The BBS is the most widely used and validated instrument for assessing balance performance in neurological conditions. It is composed of 14 items that require subjects to maintain positions of varying difficulty and perform specific tasks such as standing and sitting unsupported, transfers (sit to stand and stand to sit), turn to look over shoulders, pick up an object from the floor, turn 360° and place alternate feet on a stool. Scoring is based on the subject’s ability to perform the 14 tasks independently and/or meet certain time or distance requirements. Each item is scored on a 5-point ordinal scale ranging from 0 (unable to perform) to 4 (normal performance) so that the aggregate score ranges from 0 to 56. In a study of stroke patients, the test and retest reliability of the BBS was r=.98 (Liston and Brouwer, 1996).

2) Timed Up & Go Test (TUG)

TUG was used to measure the dynamic balance ability and gait ability of the subjects. Subjects were seated in a chair with armrests and then instructed to stand (using the armrests, if desired) and walk as quickly and as safely as possible for a distance of 3 meters. Subjects then turned around, returned to the chair, and sat down. The time from the point at which their spine left the back of the chair until they returned to that same position was recorded using a stopwatch. Each subject completed the TUG test three times with 30 s break between each time, and the average value was calculated. High interrater (ICC=.99) and interrater (ICC=.99) reliability have been demonstrated using this measure.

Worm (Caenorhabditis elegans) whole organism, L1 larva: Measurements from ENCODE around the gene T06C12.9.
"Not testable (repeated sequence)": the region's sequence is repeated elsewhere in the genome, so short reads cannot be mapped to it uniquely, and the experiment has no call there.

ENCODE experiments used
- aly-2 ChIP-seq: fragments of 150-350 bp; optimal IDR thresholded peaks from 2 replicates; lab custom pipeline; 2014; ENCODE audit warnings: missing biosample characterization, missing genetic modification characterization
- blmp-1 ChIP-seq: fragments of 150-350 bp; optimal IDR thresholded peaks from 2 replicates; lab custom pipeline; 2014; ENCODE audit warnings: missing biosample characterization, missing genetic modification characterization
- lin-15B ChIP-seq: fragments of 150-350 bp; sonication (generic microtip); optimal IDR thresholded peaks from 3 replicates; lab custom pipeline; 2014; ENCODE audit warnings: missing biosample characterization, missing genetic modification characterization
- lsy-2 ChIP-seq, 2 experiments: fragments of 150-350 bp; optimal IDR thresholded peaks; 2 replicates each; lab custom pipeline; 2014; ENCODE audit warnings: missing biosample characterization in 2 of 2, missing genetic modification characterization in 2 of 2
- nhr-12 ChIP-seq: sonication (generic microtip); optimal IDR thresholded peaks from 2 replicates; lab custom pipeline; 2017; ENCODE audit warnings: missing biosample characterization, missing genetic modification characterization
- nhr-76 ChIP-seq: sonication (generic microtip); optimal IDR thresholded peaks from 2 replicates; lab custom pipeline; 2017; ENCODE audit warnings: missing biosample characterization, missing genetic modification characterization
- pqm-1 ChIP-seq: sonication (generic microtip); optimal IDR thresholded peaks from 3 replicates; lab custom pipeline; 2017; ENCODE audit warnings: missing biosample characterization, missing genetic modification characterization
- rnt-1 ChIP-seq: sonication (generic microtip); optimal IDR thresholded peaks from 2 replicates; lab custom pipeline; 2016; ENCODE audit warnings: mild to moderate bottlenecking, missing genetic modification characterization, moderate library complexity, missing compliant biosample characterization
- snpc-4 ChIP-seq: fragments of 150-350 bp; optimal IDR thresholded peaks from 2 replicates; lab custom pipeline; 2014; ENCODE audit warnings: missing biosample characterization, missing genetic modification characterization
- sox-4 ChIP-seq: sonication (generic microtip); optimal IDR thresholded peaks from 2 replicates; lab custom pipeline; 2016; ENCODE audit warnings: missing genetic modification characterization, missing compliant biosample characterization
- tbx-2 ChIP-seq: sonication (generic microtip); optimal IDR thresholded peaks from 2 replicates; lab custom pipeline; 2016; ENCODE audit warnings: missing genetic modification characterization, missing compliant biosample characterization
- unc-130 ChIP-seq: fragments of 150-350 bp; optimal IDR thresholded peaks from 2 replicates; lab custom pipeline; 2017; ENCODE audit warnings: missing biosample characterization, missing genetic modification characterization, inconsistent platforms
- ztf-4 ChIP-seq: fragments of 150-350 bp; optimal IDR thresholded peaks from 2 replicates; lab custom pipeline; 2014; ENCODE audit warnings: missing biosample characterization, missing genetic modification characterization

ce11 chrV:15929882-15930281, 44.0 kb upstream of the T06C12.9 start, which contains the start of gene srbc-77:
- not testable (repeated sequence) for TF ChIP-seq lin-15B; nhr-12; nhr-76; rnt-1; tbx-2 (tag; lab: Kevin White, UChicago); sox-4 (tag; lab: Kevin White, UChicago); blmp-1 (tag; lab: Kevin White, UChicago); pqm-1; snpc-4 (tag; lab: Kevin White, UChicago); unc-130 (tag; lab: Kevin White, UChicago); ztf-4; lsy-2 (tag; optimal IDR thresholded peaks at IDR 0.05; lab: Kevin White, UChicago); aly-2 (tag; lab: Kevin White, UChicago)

3) Gait analysis

The assessment was performed using the GAITRite portable walkway system (‘Platinum model, CIR Systems Inc., Clifton, NJ, USA), which records the location and timing of each footfall during ambulation. The GaitRite system is an electronic walkway utilized to measure the temporal and spatial parameters of gait. The subjects walked at their preferred speed. Each subjects completed enough passes to allow for at least 18 footfalls to be analyzed (2-4 passes). The correlation coefficient between all gait measurements with comfortable walking speed was r=.92 (Van Uden and Besser, 2004).

4. Statistical Analysis

Statistical analysis was performed using SPSS (SPSS Inc. Released 2009. PASW Statistics for Windows, Version 18.0 Chicago: SPSS Inc.). Subject general characteristics were analyzed using descriptive statistics and results are reported as means and standard deviations. The Shapiro- Wilk test was used to determine distribution normalities, and the paired t-test to compare the effects of interventions. One-way ANOVA was used for the group analysis, and the post-hoc LSD (least significant difference) test corrected for multiple comparisons. Null hypotheses of no difference were rejected if p-values were less than .05.


A summary of clinical and demographic features of the 30 study subjects in Table 1. The table also shows no significant intergroup differences were observed between baseline characteristics (p>.05)(Table 1).
Table 1
General and Medical Characteristics of the Study Subjects
Parameter Control group (n=10) Experiment group I (n=10) Experiment group II (n=10) F p
 male 6 3 4
 female 4 7 6
Type of stroke
 hemorrhage 4 4 9
 infarction 6 6 1
Paretic side
 right 6 2 5
 left 4 8 5
Age (year) 62.1±9.52 69.6±12.34 72.3±11.35 2.25 .12
High (cm) 167.76±7.15 160.67±7.01 159.43±11.59 2.58 .09
Weight (kg) 65.67±16.24 61.12±11.72 56.48±8.62 1.33 .28